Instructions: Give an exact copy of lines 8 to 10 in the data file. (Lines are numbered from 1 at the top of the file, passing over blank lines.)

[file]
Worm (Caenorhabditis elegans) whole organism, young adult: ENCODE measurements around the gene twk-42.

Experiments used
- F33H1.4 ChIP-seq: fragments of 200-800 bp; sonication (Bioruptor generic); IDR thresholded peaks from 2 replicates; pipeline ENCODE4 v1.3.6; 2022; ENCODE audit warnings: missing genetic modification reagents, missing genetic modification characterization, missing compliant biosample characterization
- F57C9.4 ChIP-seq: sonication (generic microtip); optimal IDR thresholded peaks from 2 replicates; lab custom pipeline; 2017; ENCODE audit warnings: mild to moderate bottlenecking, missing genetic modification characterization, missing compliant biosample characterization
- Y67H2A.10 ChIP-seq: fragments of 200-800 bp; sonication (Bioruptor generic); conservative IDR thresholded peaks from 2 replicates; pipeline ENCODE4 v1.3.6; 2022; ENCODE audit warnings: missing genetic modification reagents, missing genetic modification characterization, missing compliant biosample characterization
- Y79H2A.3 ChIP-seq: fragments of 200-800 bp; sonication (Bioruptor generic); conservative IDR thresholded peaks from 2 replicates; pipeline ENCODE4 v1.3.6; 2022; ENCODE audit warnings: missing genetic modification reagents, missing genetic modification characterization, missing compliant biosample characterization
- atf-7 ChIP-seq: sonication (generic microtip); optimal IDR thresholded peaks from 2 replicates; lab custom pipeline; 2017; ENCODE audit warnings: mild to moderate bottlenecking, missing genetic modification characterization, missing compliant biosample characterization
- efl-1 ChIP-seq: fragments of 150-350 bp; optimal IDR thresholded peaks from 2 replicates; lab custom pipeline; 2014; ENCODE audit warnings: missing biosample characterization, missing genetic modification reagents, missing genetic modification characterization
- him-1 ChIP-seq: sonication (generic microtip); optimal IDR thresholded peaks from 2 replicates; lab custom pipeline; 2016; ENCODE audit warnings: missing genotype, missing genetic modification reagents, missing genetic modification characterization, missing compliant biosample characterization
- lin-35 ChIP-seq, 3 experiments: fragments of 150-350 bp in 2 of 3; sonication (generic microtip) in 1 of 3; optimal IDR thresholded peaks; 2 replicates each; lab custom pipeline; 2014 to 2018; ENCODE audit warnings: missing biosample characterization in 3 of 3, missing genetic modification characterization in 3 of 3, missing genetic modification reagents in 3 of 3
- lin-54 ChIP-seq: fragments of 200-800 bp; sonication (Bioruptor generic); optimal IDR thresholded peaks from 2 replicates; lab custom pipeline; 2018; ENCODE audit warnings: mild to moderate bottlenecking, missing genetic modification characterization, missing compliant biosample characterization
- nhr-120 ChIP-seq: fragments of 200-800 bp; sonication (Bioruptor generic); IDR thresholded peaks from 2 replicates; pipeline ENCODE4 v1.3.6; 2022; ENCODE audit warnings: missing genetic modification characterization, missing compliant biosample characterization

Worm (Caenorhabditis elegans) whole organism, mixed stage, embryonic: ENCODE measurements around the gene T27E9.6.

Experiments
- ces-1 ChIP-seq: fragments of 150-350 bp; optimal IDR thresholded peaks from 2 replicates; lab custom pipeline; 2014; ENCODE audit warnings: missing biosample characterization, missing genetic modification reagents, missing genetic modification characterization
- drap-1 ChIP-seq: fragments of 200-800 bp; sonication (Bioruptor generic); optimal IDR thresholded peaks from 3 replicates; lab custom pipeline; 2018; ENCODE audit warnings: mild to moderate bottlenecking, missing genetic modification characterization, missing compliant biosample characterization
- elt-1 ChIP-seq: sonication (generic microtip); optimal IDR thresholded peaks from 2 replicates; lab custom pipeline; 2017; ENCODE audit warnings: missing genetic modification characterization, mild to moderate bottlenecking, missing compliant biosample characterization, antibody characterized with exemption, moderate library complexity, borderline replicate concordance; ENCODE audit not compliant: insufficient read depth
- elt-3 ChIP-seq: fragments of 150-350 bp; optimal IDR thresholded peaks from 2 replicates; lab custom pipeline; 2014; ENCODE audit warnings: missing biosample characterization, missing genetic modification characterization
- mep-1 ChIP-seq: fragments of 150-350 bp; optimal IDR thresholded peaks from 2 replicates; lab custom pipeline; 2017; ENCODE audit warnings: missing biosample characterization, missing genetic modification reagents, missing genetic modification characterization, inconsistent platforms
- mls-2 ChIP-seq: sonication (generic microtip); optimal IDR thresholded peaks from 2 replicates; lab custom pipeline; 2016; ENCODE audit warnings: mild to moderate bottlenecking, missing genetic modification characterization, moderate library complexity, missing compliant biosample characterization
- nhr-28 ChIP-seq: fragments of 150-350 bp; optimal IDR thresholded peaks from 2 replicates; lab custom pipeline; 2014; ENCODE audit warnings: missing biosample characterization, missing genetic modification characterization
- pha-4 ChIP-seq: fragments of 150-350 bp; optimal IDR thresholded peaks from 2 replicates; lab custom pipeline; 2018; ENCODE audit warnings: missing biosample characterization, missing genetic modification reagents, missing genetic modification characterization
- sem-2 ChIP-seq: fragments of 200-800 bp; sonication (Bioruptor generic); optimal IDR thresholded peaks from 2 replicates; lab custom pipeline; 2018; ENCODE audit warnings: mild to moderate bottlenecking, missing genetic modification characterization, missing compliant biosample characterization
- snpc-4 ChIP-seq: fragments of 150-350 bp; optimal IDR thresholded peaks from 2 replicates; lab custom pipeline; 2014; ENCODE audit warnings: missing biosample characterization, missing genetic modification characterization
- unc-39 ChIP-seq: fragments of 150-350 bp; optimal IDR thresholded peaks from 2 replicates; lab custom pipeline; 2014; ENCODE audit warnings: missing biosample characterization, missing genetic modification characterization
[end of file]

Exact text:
- efl-1 ChIP-seq: fragments of 150-350 bp; optimal IDR thresholded peaks from 2 replicates; lab custom pipeline; 2014; ENCODE audit warnings: missing biosample characterization, missing genetic modification reagents, missing genetic modification characterization
- him-1 ChIP-seq: sonication (generic microtip); optimal IDR thresholded peaks from 2 replicates; lab custom pipeline; 2016; ENCODE audit warnings: missing genotype, missing genetic modification reagents, missing genetic modification characterization, missing compliant biosample characterization
- lin-35 ChIP-seq, 3 experiments: fragments of 150-350 bp in 2 of 3; sonication (generic microtip) in 1 of 3; optimal IDR thresholded peaks; 2 replicates each; lab custom pipeline; 2014 to 2018; ENCODE audit warnings: missing biosample characterization in 3 of 3, missing genetic modification characterization in 3 of 3, missing genetic modification reagents in 3 of 3